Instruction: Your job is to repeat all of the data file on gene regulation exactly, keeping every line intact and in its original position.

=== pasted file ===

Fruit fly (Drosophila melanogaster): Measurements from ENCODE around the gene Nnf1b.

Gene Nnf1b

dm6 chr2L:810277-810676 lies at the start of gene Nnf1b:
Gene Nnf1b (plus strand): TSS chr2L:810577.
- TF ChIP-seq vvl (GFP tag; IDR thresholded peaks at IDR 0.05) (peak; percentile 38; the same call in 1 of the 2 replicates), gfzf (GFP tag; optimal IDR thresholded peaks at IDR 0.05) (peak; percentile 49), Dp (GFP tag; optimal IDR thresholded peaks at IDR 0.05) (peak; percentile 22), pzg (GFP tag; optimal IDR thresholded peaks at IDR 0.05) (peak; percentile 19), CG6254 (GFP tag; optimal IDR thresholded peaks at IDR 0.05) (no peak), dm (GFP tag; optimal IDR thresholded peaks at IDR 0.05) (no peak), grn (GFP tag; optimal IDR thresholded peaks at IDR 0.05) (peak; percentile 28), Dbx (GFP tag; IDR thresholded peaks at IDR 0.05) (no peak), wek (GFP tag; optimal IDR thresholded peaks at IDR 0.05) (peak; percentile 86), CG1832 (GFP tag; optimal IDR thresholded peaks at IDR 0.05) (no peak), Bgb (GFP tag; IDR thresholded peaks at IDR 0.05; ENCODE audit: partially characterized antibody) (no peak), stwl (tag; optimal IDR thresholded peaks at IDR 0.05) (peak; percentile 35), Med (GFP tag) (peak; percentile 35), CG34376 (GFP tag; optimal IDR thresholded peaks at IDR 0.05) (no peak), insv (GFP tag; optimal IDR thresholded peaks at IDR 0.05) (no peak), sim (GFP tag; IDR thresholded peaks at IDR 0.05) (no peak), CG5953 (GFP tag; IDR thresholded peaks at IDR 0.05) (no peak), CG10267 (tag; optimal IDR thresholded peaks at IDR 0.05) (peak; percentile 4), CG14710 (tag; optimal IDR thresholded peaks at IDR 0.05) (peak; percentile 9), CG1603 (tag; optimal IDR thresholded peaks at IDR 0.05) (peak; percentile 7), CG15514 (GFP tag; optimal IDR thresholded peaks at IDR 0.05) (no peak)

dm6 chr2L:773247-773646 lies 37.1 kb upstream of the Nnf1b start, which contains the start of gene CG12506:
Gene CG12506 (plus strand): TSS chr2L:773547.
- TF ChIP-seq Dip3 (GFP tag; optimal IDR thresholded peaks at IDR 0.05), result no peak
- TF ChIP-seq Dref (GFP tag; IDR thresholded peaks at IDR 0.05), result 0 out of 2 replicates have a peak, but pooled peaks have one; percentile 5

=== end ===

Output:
Fruit fly (Drosophila melanogaster): Measurements from ENCODE around the gene Nnf1b.

Gene Nnf1b

dm6 chr2L:810277-810676 lies at the start of gene Nnf1b:
Gene Nnf1b (plus strand): TSS chr2L:810577.
- TF ChIP-seq vvl (GFP tag; IDR thresholded peaks at IDR 0.05) (peak; percentile 38; the same call in 1 of the 2 replicates), gfzf (GFP tag; optimal IDR thresholded peaks at IDR 0.05) (peak; percentile 49), Dp (GFP tag; optimal IDR thresholded peaks at IDR 0.05) (peak; percentile 22), pzg (GFP tag; optimal IDR thresholded peaks at IDR 0.05) (peak; percentile 19), CG6254 (GFP tag; optimal IDR thresholded peaks at IDR 0.05) (no peak), dm (GFP tag; optimal IDR thresholded peaks at IDR 0.05) (no peak), grn (GFP tag; optimal IDR thresholded peaks at IDR 0.05) (peak; percentile 28), Dbx (GFP tag; IDR thresholded peaks at IDR 0.05) (no peak), wek (GFP tag; optimal IDR thresholded peaks at IDR 0.05) (peak; percentile 86), CG1832 (GFP tag; optimal IDR thresholded peaks at IDR 0.05) (no peak), Bgb (GFP tag; IDR thresholded peaks at IDR 0.05; ENCODE audit: partially characterized antibody) (no peak), stwl (tag; optimal IDR thresholded peaks at IDR 0.05) (peak; percentile 35), Med (GFP tag) (peak; percentile 35), CG34376 (GFP tag; optimal IDR thresholded peaks at IDR 0.05) (no peak), insv (GFP tag; optimal IDR thresholded peaks at IDR 0.05) (no peak), sim (GFP tag; IDR thresholded peaks at IDR 0.05) (no peak), CG5953 (GFP tag; IDR thresholded peaks at IDR 0.05) (no peak), CG10267 (tag; optimal IDR thresholded peaks at IDR 0.05) (peak; percentile 4), CG14710 (tag; optimal IDR thresholded peaks at IDR 0.05) (peak; percentile 9), CG1603 (tag; optimal IDR thresholded peaks at IDR 0.05) (peak; percentile 7), CG15514 (GFP tag; optimal IDR thresholded peaks at IDR 0.05) (no peak)

dm6 chr2L:773247-773646 lies 37.1 kb upstream of the Nnf1b start, which contains the start of gene CG12506:
Gene CG12506 (plus strand): TSS chr2L:773547.
- TF ChIP-seq Dip3 (GFP tag; optimal IDR thresholded peaks at IDR 0.05), result no peak
- TF ChIP-seq Dref (GFP tag; IDR thresholded peaks at IDR 0.05), result 0 out of 2 replicates have a peak, but pooled peaks have one; percentile 5